The U.S. Food and Drug Administration (FDA) approved Takeda’s Fruzaqla™ (fruquintinib) capsules on Nov. 8, 2023. The kinase inhibitor interferes with receptors for vascular endothelial growth factors 1, 2, and 3, to treat metastatic colorectal cancer (mCRC) for previously treated adult patients. Prior treatments must have been with chemotherapy (chemo) that includes fluoropyrimidine, oxaliplatin, and irinotecan; and a VEGF inhibitor, such as bevacizumab (Avastin® and its biosimilars). If the cancer tests positive as being RAS wild-type, the patient must have been treated with a drug that inhibits epidermal growth factor receptor (EGFR), such as Erbitux® (cetuximab). At a recommended dose of 5mg daily, Fruzaqla is taken once a day for the first 21 days of each 28-day cycle. Cost, launch, and distribution information is not yet available. Full prescribing information can be found here.
At a Glance
- Brand (Generic) Name: Fruzaqla (fruquintinib)
- Manufacturer: Takeda
- Date Approved: Nov. 8, 2023
- Indication: to treat mCRC for adults who previously have been treated with fluoropyrimidine‑, oxaliplatin‑, and irinotecan‑based chemotherapy, an anti‑VEGF therapy, and, if RAS wild‑type and medically appropriate, an anti-EGFR therapy
- Dosage Forms Available: 1mg and 5mg capsules
- Launch Date: The launch date isn’t known at this time.
- Estimated Annual Cost: Pricing information is not yet available.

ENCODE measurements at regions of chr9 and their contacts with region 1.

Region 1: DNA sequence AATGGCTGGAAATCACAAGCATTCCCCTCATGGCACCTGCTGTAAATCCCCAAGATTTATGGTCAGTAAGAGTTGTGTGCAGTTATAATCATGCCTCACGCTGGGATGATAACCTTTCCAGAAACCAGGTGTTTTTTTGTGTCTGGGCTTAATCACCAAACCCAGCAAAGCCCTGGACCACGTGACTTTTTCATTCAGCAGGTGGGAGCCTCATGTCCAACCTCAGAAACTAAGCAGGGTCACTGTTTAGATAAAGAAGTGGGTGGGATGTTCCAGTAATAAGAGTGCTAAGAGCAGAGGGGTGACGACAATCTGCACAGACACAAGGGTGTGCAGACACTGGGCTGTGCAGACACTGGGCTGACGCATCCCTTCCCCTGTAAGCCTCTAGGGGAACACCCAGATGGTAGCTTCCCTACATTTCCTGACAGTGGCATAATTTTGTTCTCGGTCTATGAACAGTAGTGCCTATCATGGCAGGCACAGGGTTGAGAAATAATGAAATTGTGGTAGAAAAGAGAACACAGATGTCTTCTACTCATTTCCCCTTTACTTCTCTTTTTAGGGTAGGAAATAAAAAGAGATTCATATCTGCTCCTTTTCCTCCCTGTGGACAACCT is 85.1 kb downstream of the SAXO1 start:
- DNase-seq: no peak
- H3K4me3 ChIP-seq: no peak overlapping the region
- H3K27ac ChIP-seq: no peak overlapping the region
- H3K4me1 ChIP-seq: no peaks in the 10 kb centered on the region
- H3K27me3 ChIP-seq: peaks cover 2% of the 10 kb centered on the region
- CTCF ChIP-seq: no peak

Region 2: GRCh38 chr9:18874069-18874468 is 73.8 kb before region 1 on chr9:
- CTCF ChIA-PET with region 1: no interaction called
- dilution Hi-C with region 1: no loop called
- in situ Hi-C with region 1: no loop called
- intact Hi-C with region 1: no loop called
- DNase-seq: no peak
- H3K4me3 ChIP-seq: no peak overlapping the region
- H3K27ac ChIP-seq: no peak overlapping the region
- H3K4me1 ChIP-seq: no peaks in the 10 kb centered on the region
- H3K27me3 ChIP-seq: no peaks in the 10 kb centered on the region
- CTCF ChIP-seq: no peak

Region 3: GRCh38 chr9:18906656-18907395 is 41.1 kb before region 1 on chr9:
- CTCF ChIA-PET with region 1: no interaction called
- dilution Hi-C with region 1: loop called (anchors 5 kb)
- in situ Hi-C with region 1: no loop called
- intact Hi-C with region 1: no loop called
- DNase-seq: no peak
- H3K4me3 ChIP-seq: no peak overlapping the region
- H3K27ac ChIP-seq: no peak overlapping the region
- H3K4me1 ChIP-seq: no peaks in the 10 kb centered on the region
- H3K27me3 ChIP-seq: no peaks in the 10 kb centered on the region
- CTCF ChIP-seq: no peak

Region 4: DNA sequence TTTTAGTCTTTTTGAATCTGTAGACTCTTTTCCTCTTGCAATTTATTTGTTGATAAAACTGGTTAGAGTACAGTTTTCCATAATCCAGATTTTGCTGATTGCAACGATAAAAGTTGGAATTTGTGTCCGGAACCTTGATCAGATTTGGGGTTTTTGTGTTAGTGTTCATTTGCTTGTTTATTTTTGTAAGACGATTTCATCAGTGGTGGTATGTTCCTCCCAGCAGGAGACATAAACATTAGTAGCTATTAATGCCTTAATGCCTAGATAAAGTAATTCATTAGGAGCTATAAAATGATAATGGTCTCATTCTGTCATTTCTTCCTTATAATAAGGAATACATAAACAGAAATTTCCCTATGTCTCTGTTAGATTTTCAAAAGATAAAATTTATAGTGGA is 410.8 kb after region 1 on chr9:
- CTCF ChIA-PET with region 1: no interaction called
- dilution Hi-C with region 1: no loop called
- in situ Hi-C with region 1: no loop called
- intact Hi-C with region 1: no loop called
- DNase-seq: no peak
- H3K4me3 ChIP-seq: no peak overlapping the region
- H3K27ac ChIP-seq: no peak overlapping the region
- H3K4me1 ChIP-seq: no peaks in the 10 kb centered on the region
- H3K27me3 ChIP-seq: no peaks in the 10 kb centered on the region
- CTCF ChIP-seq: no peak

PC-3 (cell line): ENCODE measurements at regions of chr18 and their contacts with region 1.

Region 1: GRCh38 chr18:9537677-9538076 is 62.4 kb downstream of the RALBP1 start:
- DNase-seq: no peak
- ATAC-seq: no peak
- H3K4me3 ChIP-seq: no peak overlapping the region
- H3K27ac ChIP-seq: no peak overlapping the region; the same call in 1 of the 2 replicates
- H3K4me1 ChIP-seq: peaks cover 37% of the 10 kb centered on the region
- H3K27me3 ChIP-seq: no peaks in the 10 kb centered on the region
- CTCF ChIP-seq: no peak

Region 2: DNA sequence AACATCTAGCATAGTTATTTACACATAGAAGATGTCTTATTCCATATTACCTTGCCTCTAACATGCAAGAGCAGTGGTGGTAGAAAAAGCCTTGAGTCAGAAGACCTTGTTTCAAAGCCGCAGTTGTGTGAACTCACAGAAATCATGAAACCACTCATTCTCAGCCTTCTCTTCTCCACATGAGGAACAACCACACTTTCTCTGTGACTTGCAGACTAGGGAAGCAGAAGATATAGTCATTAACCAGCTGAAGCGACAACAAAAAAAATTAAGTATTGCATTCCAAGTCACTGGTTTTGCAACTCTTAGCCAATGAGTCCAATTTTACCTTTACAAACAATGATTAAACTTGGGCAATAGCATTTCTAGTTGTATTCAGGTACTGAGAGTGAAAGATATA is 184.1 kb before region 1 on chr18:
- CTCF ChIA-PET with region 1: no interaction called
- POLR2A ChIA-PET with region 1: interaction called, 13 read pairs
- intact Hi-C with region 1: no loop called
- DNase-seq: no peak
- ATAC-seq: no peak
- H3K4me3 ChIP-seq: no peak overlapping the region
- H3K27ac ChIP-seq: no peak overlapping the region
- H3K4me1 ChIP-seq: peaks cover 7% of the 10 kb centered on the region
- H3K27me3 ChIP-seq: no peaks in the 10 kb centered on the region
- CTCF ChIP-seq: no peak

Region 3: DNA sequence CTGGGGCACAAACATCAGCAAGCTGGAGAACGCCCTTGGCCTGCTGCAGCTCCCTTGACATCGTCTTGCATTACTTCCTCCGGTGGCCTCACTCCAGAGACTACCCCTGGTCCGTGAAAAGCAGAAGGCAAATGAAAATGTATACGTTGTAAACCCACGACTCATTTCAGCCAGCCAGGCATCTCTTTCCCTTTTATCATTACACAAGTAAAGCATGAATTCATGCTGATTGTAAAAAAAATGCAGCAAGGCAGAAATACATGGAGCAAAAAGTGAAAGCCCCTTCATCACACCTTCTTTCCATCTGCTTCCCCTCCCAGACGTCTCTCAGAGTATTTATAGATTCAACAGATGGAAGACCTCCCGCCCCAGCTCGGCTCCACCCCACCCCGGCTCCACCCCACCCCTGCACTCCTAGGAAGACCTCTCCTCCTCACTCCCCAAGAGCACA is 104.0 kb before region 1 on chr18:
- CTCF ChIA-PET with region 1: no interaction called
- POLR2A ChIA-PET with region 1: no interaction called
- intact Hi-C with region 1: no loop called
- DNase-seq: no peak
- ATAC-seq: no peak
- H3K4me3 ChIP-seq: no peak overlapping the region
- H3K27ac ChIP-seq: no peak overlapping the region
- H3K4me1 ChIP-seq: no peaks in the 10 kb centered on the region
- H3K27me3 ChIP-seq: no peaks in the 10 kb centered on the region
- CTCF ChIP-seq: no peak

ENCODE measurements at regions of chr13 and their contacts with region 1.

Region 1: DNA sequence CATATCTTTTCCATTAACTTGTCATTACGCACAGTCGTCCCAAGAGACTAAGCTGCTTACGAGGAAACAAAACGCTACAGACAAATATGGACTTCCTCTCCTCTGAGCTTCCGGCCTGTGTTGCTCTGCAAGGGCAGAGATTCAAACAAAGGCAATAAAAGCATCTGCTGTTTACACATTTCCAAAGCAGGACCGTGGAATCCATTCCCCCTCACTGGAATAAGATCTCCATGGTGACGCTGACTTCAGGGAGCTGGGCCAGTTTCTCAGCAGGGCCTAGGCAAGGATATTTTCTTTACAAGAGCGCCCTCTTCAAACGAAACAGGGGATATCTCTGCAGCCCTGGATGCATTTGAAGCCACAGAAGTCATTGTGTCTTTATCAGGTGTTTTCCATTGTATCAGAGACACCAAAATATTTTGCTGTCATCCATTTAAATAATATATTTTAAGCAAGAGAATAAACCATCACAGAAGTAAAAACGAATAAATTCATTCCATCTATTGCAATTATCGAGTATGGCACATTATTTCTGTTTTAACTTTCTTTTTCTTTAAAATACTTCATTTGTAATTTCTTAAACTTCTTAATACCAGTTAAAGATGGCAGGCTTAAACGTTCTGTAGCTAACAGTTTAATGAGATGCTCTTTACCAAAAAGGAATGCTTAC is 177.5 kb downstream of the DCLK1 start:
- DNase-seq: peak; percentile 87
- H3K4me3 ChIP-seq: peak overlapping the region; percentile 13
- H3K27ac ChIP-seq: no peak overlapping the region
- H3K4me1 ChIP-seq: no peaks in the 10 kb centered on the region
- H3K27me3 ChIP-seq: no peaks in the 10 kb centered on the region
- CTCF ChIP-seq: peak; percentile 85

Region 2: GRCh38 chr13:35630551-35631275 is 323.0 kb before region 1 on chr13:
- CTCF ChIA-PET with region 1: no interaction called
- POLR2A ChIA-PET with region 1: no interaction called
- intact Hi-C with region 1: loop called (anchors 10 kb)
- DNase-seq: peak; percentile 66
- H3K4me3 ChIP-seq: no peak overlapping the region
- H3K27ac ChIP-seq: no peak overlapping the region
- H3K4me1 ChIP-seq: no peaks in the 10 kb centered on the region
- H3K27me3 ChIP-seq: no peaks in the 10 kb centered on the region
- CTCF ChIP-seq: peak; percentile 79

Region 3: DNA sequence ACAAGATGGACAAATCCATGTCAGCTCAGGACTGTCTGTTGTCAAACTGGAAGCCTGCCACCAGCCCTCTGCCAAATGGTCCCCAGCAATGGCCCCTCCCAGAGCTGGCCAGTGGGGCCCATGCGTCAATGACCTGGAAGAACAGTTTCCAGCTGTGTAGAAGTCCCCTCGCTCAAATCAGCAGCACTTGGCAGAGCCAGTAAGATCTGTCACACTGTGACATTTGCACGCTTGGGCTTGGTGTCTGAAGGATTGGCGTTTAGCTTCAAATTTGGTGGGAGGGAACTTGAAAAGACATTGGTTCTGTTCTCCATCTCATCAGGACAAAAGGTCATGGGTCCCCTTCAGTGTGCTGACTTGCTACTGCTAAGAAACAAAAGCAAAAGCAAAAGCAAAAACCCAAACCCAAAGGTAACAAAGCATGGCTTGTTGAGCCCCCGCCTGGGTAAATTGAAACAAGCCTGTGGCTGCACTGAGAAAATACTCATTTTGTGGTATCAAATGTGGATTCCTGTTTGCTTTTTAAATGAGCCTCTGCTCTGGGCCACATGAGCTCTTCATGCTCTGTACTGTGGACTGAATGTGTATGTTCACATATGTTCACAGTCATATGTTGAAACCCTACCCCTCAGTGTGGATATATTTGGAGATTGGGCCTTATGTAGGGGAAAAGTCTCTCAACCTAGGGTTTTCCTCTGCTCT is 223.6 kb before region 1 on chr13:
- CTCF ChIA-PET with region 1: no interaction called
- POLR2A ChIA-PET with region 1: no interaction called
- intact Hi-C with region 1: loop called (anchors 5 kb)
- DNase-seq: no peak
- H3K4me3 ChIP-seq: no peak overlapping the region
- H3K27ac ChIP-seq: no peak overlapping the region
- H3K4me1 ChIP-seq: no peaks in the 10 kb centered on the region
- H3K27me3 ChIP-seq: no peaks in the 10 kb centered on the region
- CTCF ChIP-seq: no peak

- According to the American Cancer Society, about 153,000 patients – mostly older adults — are diagnosed with CRC annually. Although incidence rates of CRC have decreased significantly since the 1990s, cases have been increasing over the last few years for individuals under the age of 55 years old.
- The overall five-year survival rate is approximately 65%, but it drops to about 16% for those who have mCRC.
- By blocking the actions of VEGF 1, 2, and 3, Fruzaqla reduces the ability of cancer cells to grow and spread.
- In two phase III clinical trials that included more than 700 patients, adding Fruzaqla to the patients’ best supportive care (BSC) regimen increased average progression-free survival (PFS) to 3.7 months as compared to 1.8 months for those taking placebo tablets with BSC. Overall survival (OS) also was longer for participants in the actively treated group.
- Nearly one-half of trial participants experienced high blood pressure – some seriously high – during treatment. Blood pressure should be within normal ranges before patients start Fruzaqla and it should be monitored closely while therapy continues.
- Some patients treated with Fruzaqla also reported abdominal pain, diarrhea, low energy, and speech disturbances. Other serious adverse events included gastrointestinal (GI) perforation, infections, and liver damage.
- Other oral VEGF inhibitors that are FDA-approved for the same indication as Fruzaqla are Lonsurf® (trifluridine and tipiracil) tablets and Stivarga® (regorafenib) tablets, but Fruzaqla is the only one that blocks VEGF 1, 2 and 3.